His fanciful tales explained why he didn’t have a high-school transcript or any teacher recommendations. And his “diverse” identity stroked Princeton’s ego by making it look they weren’t only accepting rich white kids. The truth is, Hogue had talent – as a runner and as a storyteller. Both were taking him to where he wanted to go.
The Track Coach Could Use a New Track Star
At the time, Princeton had a track coach named Larry Ellis, and he was particularly impressed with this new “kid” he saw in newspaper clippings. Ellis really wanted a fresh new star on his track team – one who trained himself to run in the desert.
Ellis was the first Black man to be head coach at an Ivy League university, so he wasn’t deterred by this new kid’s foreign-sounding last name. Ellis was the one who urged Hogue (Santana) to visit Princeton and even sent him a round-trip ticket.
Shy, Small, and Speedy
Another member of the track team, John Luff, was told to stay close to the new guy – see what he was like. “He always wore a hat, probably to hide the fact that he was going bald,” Luff recalled. “And he was just kind of shy and kept his eyes on the ground.”
Hogue was short and weighed only 120 pounds; passing as an 18-year-old was believable. “He seemed just like a young guy who was coming out to look at colleges.” He was shy and small, but the guy could run. Luff, one of Princeton’s better runners, couldn’t beat him.
The Convict Gets Accepted to Princeton
Hogue wasn’t the kind of person Luff expected him to be. He was gentler and more curious than he was used to. The two became fast friends, and weeks later, “Alexi Santana” got his official acceptance letter from Princeton.
But the spring of 1988 was a tricky time for Hogue as he was being sentenced in Utah and was set to serve a year in prison. No one in Princeton’s admissions office ever saw the article in the San Jose Mercury News reporting a thief who was applying to Ivy League colleges under the fake name Alexi Santana.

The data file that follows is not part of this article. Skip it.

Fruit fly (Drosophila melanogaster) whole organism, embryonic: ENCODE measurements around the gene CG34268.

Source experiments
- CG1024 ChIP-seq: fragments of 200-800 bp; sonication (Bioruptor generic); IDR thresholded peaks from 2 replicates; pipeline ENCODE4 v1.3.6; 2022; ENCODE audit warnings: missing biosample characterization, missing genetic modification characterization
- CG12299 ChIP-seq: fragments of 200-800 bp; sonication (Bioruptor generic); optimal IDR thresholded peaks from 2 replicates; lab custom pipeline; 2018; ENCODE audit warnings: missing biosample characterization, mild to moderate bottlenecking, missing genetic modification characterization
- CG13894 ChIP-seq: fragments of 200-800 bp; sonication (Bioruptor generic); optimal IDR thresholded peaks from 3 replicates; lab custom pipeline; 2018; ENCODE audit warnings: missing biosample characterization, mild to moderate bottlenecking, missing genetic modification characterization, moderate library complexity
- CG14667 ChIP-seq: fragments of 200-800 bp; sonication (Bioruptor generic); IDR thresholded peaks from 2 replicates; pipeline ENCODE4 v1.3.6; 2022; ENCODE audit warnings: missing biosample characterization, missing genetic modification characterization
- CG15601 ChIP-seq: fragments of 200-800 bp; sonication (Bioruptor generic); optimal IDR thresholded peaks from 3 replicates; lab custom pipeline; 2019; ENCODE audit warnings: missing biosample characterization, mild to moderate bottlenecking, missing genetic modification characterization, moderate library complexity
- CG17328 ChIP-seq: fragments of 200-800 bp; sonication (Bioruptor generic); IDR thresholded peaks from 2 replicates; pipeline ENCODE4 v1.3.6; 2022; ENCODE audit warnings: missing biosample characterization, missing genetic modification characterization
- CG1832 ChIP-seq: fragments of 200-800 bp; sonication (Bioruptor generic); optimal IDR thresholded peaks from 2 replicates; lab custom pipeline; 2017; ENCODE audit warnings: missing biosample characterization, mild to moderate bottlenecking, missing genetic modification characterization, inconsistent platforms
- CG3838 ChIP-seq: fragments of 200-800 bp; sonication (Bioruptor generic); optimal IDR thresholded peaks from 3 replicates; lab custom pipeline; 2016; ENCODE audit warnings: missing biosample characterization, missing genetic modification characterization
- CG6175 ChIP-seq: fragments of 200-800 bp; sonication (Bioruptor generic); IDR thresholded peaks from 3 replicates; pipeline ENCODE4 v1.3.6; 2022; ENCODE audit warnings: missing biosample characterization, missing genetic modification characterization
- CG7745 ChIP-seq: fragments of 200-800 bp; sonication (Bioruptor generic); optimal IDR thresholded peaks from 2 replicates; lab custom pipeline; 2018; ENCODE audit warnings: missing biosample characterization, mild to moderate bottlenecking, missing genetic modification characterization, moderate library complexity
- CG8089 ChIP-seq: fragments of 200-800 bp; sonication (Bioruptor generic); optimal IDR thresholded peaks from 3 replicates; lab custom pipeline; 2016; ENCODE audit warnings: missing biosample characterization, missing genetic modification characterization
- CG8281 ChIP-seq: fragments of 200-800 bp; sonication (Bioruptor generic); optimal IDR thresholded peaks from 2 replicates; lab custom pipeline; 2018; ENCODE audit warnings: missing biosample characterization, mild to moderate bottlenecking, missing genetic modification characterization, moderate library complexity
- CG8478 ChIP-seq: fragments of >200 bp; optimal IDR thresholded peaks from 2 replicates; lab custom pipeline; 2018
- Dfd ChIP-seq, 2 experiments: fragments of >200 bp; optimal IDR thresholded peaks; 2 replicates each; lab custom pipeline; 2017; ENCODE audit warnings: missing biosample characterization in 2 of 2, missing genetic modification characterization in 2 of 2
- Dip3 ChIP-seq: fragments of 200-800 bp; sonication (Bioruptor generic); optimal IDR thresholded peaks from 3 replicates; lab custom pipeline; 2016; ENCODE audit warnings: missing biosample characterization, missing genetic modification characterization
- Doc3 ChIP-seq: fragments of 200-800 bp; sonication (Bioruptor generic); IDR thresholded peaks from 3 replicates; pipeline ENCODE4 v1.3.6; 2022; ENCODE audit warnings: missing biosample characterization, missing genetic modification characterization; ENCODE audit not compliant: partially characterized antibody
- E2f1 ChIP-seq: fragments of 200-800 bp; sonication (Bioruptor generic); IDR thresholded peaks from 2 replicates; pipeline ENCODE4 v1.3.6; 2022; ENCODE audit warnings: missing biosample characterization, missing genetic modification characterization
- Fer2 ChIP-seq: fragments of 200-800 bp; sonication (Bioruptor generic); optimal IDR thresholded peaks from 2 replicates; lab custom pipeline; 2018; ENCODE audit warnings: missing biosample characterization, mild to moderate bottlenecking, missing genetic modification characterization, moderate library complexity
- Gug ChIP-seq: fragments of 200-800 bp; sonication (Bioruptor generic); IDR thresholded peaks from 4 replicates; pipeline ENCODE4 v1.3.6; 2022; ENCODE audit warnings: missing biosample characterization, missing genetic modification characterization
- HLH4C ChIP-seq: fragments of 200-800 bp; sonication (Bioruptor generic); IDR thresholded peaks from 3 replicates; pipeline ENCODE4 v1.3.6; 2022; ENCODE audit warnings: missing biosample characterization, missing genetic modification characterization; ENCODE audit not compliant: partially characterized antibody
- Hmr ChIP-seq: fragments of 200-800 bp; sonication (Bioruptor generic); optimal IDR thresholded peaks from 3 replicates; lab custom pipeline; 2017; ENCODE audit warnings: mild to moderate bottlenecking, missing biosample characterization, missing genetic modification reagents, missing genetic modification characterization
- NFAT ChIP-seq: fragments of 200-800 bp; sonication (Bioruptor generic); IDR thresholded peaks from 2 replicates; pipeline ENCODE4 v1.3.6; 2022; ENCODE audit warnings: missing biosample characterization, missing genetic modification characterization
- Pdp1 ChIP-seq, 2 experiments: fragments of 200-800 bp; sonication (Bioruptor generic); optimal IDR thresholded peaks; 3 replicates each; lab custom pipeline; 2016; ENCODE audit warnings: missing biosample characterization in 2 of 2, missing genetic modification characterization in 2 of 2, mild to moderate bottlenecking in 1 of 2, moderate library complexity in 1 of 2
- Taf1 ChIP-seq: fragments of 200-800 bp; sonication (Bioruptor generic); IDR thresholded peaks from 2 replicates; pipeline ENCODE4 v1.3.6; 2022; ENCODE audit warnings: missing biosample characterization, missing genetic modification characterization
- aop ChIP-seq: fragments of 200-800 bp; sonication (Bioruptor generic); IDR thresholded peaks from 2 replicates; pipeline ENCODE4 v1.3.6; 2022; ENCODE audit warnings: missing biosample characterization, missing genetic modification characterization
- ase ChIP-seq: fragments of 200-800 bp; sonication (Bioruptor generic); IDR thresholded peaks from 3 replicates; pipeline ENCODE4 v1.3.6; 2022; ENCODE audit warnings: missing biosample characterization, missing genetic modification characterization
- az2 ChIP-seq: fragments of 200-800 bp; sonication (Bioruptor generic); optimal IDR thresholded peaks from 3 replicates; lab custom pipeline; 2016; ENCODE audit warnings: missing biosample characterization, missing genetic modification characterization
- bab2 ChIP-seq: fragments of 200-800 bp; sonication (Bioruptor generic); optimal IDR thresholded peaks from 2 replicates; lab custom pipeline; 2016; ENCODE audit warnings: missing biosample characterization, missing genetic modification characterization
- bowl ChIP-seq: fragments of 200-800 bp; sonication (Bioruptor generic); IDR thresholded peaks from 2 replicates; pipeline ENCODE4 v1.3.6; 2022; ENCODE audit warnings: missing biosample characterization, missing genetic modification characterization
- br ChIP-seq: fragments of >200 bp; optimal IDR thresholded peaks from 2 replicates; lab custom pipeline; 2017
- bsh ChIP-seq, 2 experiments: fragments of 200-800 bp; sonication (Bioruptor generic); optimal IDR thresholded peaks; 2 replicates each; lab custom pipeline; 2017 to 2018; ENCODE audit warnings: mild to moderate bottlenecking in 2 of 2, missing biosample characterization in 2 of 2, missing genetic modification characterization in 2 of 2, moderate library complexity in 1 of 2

The Ex-Convict Arrives at Princeton
But Hogue had a clever solution. He told Coach Ellis lthat he needed to defer his admission for at least a year because he had to care for his mother, a sculptor named Susan Indris-Santana, who was dying of cancer in Switzerland.
Hogue finally arrived at Princeton in the summer of 1989, and he was already being interviewed by reporters. He spoke of his time as a ranch hand, and of the “weeks with just his books, his horse, the cows, and a radio for company.” He said he “just started to run around the canyons in a pair of old tennis shoes, nothing fanatical.”
The Newest, Most Interesting Guy on Campus
Once that first article was printed in the Trenton Times, Hogue’s transformation was complete. He went from James Hogue, petty thief, to Alexi Santana, a gifted runner and the most interesting member of Princeton’s Class of ‘93.
He also become the most interesting roommate to his three new roomies, Ben Richardson, Avshalom Yotam, and Austin Nahm, who knew him as an orphan who ran 10 miles a day. His room was neat and filled with books and CDs. There were no photos of his friends or his family. There was, however, a photo of a skier on the wall.
The Roommate With Fancy Stories
“How did you get someone to take a photo like that?” Richardson recalled asking him one day. “Oh, I was doing some stuff, doing some stunts,” Hogue told him. “What were you doing stunts for?” Richardson then asked. Hogue said, “A movie.”
But Hogue was not one for long conversations. He would avoid eye contact when he spoke, which deterred others from prying further. Still, he liked to talk about himself, and word got around that this new kid had skied in the Olympics, dropped from a helicopter and did back flips in a ski movie called Hot Dog.
Becoming “Sexy Alexi”
Richardson found Hogue to be quite arrogant, and his reason for why he even came to Princeton reinforced his impression. “I’m here to find a wife,” Hogue said. Hogue didn’t even invite his roomies to his bedroom parties, where a select group of freshmen women would come to listen to his stories while drinking wine and eating cheese.
He soon earned the nickname Sexy Alexi. While he was in good shape, he would always walk hunched over, with his long hair hiding his face. According to his roommate Avshalom, he constantly avoided eye contact with them and walked fast, “like it was a race.”
The Beginning of the End
By 1991, after Hogue established himself as a legend on campus, something happened that could, in hindsight, be seen as the beginning of the end for Alexi Santana. On February 16, a Harvard-Yale-Princeton track meet took place in New Haven.